As we sweat it out, we might send temperate birthday greetings to Sir William Napier Shaw; he was born on this date in 1854.  A meteorologist and member of the Royal Society, he developed the tephigram, a diagram of temperature changes still commonly used in weather analysis and forecasting.



Written by LW

March 4, 2018 at 1:01 am

“The endless repetition of an ordinary miracle”*…


Snowflakes under a microscope

In 1611 Johannes Kepler wrote a scientific essay entitled De Nive Sexangula; commonly translated as “On the Six-Cornered Snowflake.” It was the first investigation into the nature of snowflakes and what we’d now call crystallography. Since he was a gentleman and a scholar back when you could be such a thing without being ironic or a hipster, Kepler gave the essay as a New Year’s gift. As Kepler wrote on the title page:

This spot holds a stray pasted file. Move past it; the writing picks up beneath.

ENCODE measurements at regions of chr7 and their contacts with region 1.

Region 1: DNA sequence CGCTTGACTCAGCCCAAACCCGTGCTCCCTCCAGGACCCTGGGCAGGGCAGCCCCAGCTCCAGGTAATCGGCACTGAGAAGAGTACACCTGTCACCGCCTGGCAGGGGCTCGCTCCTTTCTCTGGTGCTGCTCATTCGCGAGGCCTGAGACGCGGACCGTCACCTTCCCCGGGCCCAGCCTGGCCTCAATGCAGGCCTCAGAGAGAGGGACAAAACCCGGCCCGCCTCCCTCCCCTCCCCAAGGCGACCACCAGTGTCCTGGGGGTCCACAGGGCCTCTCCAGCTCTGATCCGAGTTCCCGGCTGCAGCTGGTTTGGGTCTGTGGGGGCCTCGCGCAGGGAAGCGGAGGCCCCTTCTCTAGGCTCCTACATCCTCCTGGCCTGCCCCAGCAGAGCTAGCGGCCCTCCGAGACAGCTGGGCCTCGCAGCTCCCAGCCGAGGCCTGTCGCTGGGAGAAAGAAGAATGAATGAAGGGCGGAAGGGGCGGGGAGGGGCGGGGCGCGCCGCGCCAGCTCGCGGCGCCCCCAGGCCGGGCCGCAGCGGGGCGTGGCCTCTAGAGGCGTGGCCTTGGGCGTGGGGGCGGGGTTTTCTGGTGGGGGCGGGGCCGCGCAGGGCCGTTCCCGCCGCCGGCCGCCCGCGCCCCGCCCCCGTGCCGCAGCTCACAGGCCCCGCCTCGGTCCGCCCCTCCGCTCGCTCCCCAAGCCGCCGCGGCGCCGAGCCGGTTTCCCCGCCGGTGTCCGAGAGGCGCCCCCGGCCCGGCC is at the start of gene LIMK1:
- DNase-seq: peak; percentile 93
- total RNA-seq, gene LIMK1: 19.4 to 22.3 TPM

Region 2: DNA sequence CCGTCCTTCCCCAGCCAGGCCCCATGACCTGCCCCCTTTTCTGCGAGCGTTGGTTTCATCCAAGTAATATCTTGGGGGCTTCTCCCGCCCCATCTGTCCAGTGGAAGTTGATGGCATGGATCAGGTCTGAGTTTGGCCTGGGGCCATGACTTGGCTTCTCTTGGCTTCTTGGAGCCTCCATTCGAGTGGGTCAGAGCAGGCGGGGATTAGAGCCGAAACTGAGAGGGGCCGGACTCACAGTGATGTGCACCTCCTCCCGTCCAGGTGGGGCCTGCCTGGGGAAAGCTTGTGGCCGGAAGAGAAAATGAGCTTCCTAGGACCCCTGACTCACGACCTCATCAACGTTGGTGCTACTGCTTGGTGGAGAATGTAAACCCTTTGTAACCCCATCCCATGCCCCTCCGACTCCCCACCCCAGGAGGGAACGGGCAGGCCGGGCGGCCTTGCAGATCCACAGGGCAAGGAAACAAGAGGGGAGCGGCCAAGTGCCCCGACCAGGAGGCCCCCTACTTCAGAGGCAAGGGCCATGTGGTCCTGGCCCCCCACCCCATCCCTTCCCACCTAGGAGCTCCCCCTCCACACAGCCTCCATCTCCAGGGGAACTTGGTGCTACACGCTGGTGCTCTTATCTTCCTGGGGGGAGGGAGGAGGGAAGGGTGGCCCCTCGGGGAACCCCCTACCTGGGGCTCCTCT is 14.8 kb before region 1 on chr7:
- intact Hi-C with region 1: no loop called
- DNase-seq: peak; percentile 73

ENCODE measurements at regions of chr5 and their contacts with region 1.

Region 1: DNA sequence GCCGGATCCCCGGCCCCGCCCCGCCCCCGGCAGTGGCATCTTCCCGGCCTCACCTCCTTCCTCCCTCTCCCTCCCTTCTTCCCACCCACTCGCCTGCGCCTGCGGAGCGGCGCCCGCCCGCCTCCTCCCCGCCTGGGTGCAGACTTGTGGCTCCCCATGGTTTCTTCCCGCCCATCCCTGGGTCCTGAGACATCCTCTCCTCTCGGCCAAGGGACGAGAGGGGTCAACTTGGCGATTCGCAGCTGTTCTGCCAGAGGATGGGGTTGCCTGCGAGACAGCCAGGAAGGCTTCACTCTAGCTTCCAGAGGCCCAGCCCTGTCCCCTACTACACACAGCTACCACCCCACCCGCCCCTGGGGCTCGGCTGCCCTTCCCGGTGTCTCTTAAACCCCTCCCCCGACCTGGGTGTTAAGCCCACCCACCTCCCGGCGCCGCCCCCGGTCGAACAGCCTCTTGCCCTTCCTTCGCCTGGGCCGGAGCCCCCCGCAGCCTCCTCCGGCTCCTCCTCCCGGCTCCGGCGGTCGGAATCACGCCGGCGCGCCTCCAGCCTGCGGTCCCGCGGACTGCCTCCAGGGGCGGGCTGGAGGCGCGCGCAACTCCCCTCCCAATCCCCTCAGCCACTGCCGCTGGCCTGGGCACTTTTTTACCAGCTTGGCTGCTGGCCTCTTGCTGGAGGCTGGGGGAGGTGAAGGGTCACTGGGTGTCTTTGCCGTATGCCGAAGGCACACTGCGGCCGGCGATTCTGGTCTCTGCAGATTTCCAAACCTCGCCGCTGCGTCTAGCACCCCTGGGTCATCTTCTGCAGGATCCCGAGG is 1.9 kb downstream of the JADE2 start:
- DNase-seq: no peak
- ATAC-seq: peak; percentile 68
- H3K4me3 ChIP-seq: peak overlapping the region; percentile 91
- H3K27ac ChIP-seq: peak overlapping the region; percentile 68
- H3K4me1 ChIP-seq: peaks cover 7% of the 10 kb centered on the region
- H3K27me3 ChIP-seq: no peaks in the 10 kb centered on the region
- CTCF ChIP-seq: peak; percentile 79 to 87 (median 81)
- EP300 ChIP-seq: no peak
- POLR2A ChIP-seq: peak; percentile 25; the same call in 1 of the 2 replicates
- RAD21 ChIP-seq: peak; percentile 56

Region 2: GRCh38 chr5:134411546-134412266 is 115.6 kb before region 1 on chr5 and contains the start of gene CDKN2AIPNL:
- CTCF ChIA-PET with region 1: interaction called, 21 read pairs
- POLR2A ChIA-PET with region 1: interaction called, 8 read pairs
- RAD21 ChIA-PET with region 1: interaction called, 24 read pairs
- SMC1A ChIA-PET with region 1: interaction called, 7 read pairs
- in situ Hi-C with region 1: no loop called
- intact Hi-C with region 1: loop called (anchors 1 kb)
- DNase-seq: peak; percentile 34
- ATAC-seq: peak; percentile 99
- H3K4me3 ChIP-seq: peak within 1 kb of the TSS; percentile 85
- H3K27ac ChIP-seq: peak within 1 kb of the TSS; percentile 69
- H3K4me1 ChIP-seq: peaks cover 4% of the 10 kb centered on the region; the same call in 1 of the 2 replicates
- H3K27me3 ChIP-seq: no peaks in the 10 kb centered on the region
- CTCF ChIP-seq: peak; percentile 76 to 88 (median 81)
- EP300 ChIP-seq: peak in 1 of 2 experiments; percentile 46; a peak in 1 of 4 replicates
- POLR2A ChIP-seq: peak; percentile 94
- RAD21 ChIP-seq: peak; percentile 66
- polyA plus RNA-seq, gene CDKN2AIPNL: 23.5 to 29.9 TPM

To the honorable Counselor at the Court of his Imperial Majesty, Lord Matthaus Wacker von Wackenfels, a Decorated Knight and Patron of Writers and Philosophers, my Lord and Benefactor.

As the title suggests, Kepler’s main concern was the question of why snowflakes are almost always six-pointed…

Follow the train of thought from the stacking of spheres to the intricacies of tiling at “Snowflakes and Cannonball Stacks.”

* Orhan Pamuk, Snow